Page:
The Voting News Weekly: The Voting News Weekly for May 14-20 2018

The Associated Press posted a widely published article raising concern that “an estimated 1 in 5 Americans will be casting their ballots on machines that do not produce a paper record of their votes.” While many election official defend the accuracy of direct recording electronic voting machines, there is a growing consensus that such machines should be replaced with machines that use voter marked paper ballots. The obstacle to replacing them is cost and the recent authorization of the remaining $380 million in HAVA funds, while welcome, is insufficient to upgrade to paper ballot systems nationwide.

The Tampa Bay Times reports that Florida election supervisors have echoed complaints of election officials in many states that have not yet received any of the federal election security funding Congress sent states nearly two months ago. “We sure wish the money was available. It’s frustrating,” said supervisor Mark Earley in Tallahassee’s Leon County. “This is a big deal. There’s certainly room for improvement, especially in smaller counties.”

In a clear rebuke to Mr. Trump’s most ardent supporters in the Republican Party and in the right-wing news media, Republican Senator Richard M. Burr of North Carolina, the chairman of the Senate Intelligence Committee, said in a statement that he saw “no reason to dispute” the intelligence assessment that the Russian government tried to help Donald Trump and hurt Hillary Clinton by meddling in the 2016 election.

Experts and political leaders expressed concerns over the administration’s decision to eliminate the White House’s top cyber policy role, a key position created during the Obama presidency to harmonize the government’s overall approach to cybersecurity policy and digital warfare. “It’s frankly mindboggling that the Trump Administration has eliminated the top White House official responsible for a whole-of-government cyber strategy, at a time when the cyber threat to our nation is greater than ever,” says senator Mark Warner (D – Virginia), the ranking member of the Senate Intelligence Committee, in a statement.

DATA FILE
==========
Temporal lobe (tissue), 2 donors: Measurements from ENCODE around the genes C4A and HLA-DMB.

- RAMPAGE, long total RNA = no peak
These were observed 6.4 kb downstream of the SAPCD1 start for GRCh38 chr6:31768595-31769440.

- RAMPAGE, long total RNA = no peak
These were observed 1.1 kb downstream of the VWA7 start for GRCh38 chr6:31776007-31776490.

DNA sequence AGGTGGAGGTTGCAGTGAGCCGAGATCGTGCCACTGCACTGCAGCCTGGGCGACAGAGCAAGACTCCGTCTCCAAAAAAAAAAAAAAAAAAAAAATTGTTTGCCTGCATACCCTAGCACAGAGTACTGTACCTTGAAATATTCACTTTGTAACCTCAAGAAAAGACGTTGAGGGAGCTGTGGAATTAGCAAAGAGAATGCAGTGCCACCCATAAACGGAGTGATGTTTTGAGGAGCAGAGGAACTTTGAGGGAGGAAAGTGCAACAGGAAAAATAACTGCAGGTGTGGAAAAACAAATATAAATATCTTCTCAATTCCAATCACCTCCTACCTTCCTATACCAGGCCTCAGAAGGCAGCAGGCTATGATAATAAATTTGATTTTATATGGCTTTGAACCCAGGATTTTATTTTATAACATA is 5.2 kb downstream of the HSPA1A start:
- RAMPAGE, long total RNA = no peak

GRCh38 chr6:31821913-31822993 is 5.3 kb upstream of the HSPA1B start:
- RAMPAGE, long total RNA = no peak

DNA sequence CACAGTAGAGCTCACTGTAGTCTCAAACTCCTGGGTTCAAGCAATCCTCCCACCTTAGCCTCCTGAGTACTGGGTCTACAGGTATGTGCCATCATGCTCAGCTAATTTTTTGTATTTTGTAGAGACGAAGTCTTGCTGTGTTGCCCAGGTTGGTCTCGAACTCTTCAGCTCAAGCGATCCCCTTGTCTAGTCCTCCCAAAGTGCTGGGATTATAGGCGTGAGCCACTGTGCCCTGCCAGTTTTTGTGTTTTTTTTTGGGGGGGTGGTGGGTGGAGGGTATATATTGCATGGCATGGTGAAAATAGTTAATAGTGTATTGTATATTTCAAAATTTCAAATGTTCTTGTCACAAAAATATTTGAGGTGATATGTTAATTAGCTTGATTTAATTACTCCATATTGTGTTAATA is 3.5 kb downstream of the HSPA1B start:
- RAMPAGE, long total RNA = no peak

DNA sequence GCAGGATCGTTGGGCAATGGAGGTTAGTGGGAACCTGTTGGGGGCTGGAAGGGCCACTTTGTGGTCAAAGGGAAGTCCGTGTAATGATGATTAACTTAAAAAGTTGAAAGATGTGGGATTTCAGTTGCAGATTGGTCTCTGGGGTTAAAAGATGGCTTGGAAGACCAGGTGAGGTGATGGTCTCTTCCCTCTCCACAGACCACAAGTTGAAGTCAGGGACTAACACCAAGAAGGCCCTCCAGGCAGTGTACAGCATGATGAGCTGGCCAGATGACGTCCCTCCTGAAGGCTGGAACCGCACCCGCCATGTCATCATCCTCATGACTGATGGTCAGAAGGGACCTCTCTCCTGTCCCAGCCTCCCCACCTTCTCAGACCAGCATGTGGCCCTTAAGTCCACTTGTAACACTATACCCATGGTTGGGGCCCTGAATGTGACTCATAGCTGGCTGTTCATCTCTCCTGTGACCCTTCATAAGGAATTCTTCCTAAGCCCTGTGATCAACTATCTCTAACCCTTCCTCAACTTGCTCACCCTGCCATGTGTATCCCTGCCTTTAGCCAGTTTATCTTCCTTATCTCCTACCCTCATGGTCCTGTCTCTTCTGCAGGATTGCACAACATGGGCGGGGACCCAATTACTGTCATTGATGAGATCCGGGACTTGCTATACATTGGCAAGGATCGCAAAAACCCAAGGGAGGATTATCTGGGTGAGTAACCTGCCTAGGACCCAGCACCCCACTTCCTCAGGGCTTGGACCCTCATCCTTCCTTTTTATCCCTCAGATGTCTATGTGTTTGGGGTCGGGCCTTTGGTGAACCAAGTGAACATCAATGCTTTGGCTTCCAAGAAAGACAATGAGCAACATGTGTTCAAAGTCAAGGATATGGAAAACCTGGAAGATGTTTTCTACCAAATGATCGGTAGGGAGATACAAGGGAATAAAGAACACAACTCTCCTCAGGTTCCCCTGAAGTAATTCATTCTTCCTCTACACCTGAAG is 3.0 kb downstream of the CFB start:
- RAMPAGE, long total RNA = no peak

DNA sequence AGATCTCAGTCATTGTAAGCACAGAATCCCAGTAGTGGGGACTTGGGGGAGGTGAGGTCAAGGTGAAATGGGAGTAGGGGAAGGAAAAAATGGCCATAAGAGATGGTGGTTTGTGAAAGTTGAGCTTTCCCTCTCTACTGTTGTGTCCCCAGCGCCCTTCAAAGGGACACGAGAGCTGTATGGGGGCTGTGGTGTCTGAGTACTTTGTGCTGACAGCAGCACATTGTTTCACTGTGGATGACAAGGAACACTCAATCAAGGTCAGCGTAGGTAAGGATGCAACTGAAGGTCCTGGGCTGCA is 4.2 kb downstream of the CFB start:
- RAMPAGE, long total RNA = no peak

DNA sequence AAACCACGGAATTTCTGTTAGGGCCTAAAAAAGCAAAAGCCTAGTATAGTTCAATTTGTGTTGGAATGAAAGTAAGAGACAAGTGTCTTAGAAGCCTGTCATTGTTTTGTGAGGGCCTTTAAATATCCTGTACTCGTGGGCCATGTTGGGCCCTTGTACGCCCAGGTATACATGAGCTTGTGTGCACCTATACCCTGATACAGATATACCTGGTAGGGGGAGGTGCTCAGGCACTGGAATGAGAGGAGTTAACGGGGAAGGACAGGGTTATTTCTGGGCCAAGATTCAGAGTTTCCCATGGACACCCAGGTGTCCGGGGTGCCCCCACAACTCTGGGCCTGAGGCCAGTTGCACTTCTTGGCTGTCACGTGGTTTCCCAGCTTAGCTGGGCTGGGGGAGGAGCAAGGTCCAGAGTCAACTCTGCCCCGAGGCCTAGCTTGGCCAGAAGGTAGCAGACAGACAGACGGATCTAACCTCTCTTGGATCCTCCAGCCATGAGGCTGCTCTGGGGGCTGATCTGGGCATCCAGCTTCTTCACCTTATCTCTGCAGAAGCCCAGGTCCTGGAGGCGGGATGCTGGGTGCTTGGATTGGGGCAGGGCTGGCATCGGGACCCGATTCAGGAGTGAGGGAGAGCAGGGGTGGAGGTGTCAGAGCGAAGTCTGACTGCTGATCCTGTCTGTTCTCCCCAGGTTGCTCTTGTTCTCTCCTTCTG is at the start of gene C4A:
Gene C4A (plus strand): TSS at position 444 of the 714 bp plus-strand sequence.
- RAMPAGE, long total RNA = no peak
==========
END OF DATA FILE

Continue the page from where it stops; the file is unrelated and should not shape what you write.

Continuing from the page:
The primary day cyberattack on the Knox County Tennessee election website has underscored the vulnerability of county level IT infrastructure. “Any web server by definition, is connected to the internet, so it’s directly vulnerable to attacks from the internet,” said Doug Jones, an elections cyber security expert at the University of Iowa. Elections websites can be especially vulnerable targets in voting districts that are more rural than Knox County, Jones says, because those counties often don’t have the resources to adequately monitor and secure their sites.

After a federal judge demanded that Texas officials detail how they will begin complying with the National Voter Registration Act, a decades-old federal law that aims to make it easier for people to register to vote, the state has made little efforts to comply. In a new filing the state’s legal adversaries have described the state’s actions as “bad faith foot-dragging.”

Washington Gov. Jay Inslee (D) and Secretary of State Kim Wyman (R) announced that the state would pay the postage for all ballots in the 2018 general and primary elections. Officials said they hope that paying the postage will eliminate a barrier and make it easier for people to vote. Washington, Oregon and Colorado are the only three states that conduct all their elections by mail, but Washington will be the first state to pay for postage among them.

An international commission has formed to try to end meddling in elections in Western democratic nations by Russia and other autocratic countries. The Transatlantic Commission on Election Integrity (TCEI), will be co-chaired by former NATO Secretary-General Anders Fogh Rasmussen and former U.S. Homeland Security Secretary Michael Chertoff and will include former Vice President Joe Biden.

Burundians voted in a referendum that could keep the president in power until 2034 and threatens to prolong a political crisis that has seen more than 1,000 people killed and hundreds of thousands fleeing to neighboring countries.

In the face of international condemnation and allegations of vote buying and electoral fraud, Venezuelan president Nicolás Maduro has claimed a second six-year term after an election in which credible opponents had forced off the ballot.Henri Falcón, Maduro’s nearest rival, claimed widespread vote buying and electoral irregularities meant the election was “illegitimate”. “We do not recogonize this electoral process as valid,” he told reporters. “As far as we are concerned there has been no election. There must be new elections in Venezuela.”